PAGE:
Nutter McClennen & Fish LLP
Attorneys at Law
MTTC Early-Stage Life Sciences
Technology Conference IX
Life Science Venture Investing
Trends and Thoughts
Jeremy Halpern
Partner, Nutter McClennen & Fish LLP
Jeremy Halpern
Biography
› Nutter, McClennen & Fish, LLP - Partner; Director of Biz Dev, Emerging Companies Team
• Full service law firm
• Top tier life science practice
› MTDC– Director & Investment Committee Member
• The Venture Arm of the Commonwealth-- catalyzing innovation in Massachusetts by
providing seed and early stage venture funding to high growth technology startups.
› The Capital Network – Director; Past Chairman
• Providing education, resources and community to high growth entrepreneurs and
angel investors as they navigate the early stage capital process.
› Tufts University; Adjunct Professor of Entrepreneurial Leadership
• Educating students in the art and science of leading ventures with limited resources.
› Entrepreneurial Experience
› UC Berkeley, B.A. (Go Bears!); UCLA School of Law, J.D.
2
Nutter’s Emerging Companies Group
As a full service firm with a dedicated team of lawyers in the Emerging Companies Group, Nutter supports
ventures across the innovation economy:
• Biomedical Devices
• Biotechnology
• Pharmaceuticals
• Life sciences
• Software
• Hardware
• Information Technology
• Cleantech
• Mobile
• Consumer Products
• Analytics
• New Media
• Robotics
We provide entrepreneurs will the full spectrum of support that they need to build their businesses and realize
their visions:
• Entity Formation
• Founders Agreements
• Financing Strategy and Key Introductions
• Angel & Venture Capital
• Debt Financing
• Private Equity
• Initial Public Offerings
• Private Placements
• Strategic Partnering
• Mergers & Acquisitions
• Employment support
• Equity Compensation
• Tax Strategy
• Litigation
• Licensing
• Distribution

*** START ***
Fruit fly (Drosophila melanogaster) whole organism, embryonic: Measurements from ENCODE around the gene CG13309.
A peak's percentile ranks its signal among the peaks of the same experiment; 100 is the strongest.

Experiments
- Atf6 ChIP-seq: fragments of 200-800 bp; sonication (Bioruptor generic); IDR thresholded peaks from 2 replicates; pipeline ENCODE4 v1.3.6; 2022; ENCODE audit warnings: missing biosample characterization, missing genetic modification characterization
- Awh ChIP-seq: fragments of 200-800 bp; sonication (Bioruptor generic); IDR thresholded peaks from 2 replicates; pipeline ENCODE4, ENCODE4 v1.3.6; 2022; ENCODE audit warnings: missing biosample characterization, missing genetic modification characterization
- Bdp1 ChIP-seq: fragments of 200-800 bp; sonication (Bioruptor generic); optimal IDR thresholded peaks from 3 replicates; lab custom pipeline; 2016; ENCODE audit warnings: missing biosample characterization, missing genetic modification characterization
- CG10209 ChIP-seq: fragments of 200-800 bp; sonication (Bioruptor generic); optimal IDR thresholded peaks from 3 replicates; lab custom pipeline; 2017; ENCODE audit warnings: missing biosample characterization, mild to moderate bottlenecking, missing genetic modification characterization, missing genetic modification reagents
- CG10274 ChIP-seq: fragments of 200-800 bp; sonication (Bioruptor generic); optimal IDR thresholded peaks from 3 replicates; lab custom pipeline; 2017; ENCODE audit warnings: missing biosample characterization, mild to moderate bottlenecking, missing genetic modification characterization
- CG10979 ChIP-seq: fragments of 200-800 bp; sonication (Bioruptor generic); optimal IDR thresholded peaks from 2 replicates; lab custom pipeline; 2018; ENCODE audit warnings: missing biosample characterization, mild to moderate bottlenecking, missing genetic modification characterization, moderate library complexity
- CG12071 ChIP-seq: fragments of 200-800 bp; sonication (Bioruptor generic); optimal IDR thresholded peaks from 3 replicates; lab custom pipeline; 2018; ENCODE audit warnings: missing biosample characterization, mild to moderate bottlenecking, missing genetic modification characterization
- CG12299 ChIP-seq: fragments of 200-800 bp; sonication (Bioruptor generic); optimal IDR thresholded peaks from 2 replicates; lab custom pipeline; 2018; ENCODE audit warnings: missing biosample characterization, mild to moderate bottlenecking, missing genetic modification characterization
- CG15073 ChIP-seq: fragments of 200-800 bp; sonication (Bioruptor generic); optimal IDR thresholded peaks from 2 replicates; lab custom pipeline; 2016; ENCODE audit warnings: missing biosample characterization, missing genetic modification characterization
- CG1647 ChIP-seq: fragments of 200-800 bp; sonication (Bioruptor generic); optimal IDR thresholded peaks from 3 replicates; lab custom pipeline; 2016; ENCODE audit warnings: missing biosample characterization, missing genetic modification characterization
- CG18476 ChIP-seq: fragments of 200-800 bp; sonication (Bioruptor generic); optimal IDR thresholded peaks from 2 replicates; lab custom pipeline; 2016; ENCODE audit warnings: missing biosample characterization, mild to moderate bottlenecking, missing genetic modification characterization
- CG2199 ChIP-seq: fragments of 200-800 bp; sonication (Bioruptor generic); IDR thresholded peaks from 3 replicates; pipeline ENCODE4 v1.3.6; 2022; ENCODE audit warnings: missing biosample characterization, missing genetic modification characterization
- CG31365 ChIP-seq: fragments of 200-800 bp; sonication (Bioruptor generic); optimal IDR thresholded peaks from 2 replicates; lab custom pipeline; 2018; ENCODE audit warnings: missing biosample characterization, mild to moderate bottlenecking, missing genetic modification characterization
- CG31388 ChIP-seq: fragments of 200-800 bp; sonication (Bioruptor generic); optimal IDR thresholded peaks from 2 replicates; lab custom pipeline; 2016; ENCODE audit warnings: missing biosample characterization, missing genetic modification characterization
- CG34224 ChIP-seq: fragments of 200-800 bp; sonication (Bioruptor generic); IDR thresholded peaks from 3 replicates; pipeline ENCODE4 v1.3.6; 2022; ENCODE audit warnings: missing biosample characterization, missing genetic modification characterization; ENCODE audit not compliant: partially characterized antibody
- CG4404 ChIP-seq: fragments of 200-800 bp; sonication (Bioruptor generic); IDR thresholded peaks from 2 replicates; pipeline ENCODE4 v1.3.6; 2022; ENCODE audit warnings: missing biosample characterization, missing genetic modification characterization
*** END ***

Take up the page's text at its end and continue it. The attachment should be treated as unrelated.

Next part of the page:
• Manufacturing
• Supply Agreements
• Electronic Commerce
• Patent and Trademark Strategy & Prosecution
3
Numbers that matter: National 2012
VCs invested $26.5b into 3,698 deals
= 10% decrease in $; 6% decrease in deals
VCs invested $4.1b into 466 deals in Biotech
= 15% decrease in $; flat on volume
VCs invested $2.4b into 313 deals in Medical Devices
= 13% decrease in $; 15% decrease in deals
VCs invested into 135 new companies in 2012
= lowest level since 2005
4
Numbers that matter: New England Q4 2012
› Seed: $16m in 7 deals (all verticals)
› Early Stage: 339m in 54 deals (all verticals)
› Biotech: $207m in 28 deals (down from $386m in 28
deals)
› MedDevice: $138m in 11 deals
5
National Trends: 2012
› Seed stage deals declined 31% in $ and 38% in deals
› Early stage deals decreased 11% in $; but increased
5% in deals
= more deals with less capital per deal coming at a
later stage
6
Contributing Factors - Biotech
› Gross revenues and margins are declining on products
› Development costs for biotech/pharma continue to rise –
Average cost = $1b
› Phase II success rate declined to 22% for trailing 5 years (a 12%
drop)
› Increased pressure from generic therapeutics
› Increased regulatory pressure from FDA around comparative
effectiveness
› 2nd and 3rd world markets declining to protect patent status
thereby reducing margins and penetration
› Uncertainty around ObamaCare impact and implementation
7
Contributing Factors - MedTech
› Continued regulatory uncertainty from FDA around
comparative effectiveness (2012: 48 devices approved; a 5%
decline from 2011)
› Uncertainty around ObamaCare impact and implementation
› Acquisitions happening later in venture life cycle (post market